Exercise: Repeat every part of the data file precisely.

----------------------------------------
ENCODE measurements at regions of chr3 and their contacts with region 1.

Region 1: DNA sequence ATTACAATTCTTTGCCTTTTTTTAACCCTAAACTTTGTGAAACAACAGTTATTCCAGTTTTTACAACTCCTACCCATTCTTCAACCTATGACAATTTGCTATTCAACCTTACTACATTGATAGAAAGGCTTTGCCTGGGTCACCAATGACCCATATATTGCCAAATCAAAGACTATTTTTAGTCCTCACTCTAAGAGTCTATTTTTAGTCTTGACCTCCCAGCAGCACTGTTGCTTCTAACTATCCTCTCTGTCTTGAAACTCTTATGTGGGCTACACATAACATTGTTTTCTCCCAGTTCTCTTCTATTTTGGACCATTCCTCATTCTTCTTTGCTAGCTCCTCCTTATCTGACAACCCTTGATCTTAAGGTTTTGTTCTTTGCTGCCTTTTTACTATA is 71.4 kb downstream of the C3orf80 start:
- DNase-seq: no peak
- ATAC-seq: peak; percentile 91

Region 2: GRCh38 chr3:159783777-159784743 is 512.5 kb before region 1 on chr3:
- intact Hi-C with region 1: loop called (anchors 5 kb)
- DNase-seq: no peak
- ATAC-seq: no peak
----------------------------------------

ENCODE measurements at regions of chr3 and their contacts with region 1.

Region 1: DNA sequence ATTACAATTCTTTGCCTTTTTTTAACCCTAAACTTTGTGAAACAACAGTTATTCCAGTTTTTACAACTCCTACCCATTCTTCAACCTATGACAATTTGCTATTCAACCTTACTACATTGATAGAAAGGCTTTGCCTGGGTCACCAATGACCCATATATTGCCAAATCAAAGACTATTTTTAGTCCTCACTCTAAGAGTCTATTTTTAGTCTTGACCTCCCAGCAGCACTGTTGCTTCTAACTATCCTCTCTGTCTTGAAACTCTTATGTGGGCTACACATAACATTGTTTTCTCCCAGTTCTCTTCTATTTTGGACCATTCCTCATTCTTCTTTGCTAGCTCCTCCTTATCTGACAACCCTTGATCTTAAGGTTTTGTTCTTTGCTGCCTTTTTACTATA is 71.4 kb downstream of the C3orf80 start:
- DNase-seq: no peak
- ATAC-seq: peak; percentile 91

Region 2: GRCh38 chr3:159783777-159784743 is 512.5 kb before region 1 on chr3:
- intact Hi-C with region 1: loop called (anchors 5 kb)
- DNase-seq: no peak
- ATAC-seq: no peak